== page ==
Tag Archives: SEO

Freelance translators: Should you blog?

This is the 20th post on my 10-month-old blog of my 19-month-old translation business in my 38th year of Life on Earth.

If I can start a blog and keep it up, you can too.

Launch your own blog if this means you!

  • You will write posts regularly.
  • You write fairly well and—more importantly—you want to get better.
  • You believe blogs are useful.
  • You want to build your web presence.

No, do not blog if you fit this description:

  • You cannot commit to posting on a regular basis.
  • You think blogs are pointless.
  • You market your services in a non-blogging manner. (Or you’re so busy with well-paid work that you don’t need to market yourself at all.)

Setting up a blog is the easy part. The care and feeding is hard.

What are the benefits of blogging?

Fabio Said on Fidus Interpres sees blogs as a business asset:

Blogging makes people aware of your work as a translator and brings new prospects, blogging makes people aware of the translating profession, blogging generates additional income…

I agree.

How has Catherine Translates paid off for me?

  • Clients see my blog and feel assured that I’m a serious professional.
  • Colleagues read my blog and refer clients or subcontract work to me.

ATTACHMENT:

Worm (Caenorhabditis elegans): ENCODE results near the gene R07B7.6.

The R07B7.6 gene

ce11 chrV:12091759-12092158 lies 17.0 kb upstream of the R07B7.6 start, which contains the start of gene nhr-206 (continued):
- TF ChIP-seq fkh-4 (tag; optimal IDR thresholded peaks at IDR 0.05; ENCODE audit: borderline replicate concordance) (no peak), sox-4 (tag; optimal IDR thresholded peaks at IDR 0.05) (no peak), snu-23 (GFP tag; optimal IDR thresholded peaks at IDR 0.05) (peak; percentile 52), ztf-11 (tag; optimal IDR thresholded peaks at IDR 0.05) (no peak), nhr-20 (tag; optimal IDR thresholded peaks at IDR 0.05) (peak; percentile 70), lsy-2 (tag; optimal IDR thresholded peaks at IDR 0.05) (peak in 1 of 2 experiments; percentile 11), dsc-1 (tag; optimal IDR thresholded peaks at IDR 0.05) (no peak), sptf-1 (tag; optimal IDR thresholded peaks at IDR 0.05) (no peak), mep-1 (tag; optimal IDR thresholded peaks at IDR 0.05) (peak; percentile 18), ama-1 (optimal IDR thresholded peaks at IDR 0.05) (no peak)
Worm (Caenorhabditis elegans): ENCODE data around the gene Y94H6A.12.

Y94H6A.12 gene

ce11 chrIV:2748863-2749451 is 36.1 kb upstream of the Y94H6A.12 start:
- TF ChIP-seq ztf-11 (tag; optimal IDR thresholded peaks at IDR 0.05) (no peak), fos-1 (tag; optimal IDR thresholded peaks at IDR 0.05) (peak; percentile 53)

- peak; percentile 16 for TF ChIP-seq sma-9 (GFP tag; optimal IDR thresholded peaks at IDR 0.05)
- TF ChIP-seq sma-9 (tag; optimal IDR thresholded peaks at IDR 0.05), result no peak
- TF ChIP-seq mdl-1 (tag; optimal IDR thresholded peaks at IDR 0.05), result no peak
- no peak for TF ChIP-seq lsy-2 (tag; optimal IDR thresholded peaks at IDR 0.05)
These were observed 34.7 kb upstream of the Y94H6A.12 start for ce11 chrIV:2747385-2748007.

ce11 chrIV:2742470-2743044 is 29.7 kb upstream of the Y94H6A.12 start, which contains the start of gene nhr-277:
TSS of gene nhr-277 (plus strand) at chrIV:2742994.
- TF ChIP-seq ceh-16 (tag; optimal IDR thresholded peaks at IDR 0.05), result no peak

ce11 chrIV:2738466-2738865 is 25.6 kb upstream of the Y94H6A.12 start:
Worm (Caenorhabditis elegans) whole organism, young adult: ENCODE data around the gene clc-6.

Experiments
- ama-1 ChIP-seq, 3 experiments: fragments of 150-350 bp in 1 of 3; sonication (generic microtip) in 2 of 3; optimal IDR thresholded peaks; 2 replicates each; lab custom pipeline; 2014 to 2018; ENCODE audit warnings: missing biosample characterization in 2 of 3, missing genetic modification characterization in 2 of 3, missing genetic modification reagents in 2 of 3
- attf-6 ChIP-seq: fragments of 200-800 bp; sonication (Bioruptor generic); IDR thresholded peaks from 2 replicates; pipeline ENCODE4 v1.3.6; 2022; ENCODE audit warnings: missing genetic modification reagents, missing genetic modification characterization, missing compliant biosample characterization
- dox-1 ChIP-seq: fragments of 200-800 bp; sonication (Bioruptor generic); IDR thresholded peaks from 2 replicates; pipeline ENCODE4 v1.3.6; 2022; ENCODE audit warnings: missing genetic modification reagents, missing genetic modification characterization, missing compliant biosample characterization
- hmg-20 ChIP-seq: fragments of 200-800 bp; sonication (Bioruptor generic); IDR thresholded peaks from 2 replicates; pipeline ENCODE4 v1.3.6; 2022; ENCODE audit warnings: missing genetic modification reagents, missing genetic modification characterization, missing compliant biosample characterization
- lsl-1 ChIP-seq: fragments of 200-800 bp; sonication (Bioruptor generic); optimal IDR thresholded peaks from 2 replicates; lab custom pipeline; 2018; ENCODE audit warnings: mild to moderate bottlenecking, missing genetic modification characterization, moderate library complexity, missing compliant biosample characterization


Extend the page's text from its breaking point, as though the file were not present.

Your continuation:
• I’m more articulate. I write with more confidence.
  • More people visit my website.

Now you may be wondering…

Should you write short and snappy posts?

Many readers like to see concise 300-word posts once or twice a week. I do too.

Or should you write long posts and publish less frequently?

I personally vote for in-depth articles.

In my experience, comprehensive posts are shared more easily by readers via social media. For example,

These posts were promoted by other people. Not by me. That’s the beauty of social media.

You can of course vary your types of blog posts. You can mix up long copy, short copy, podcasts, how-tos, interviews and so forth. For some inspiration, see these two blogrolls: the ATA Blog Trekker and ProZ translation blogs.

Read these resources for beginner bloggers

If you’re almost convinced you should start blogging, read Sarah Dillon’s 21 tips for timid bloggers. Then consult Riccardo Schiaffino’s Blogging 101 lesson and get your blog off the ground.

You’re not quite ready to start your own blog?

If you’ve got something to say but don’t want to do your own thing, feel free to submit a guest post to Catherine Translates.

I’d appreciate your contribution. See guidelines on my Guests Posts page if you’re interested.

Are you convinced of the merits of blogging? If you already have a blog, what’s in it for you? Leave your URLs in the comments.

(If you liked this post, leave a comment and share it on Twitter, Facebook or LinkedIn. Thanks!)


Brian Clark’s SEO Copywriting presentation on International Freelancers Day 2010

I floated in and out of several presentations on International Freelancers Day and entirely reserved myself for SEO Copywriting Made Simple for Freelance Writers.

THE presentation I was waiting for.

I’d like to produce website translations which are attractive to both people and search engines. Some basic SEO training is in order.

Part I Keywords

This is my interpretation of Brian Clark’s advice about creating effective SEO copy:

  • Find your keywords by thinking of the searcher’s question. What actual language would they use?
  • Put keywords in your title to obtain a higher search ranking.
  • Put keywords in your meta-description to obtain the click.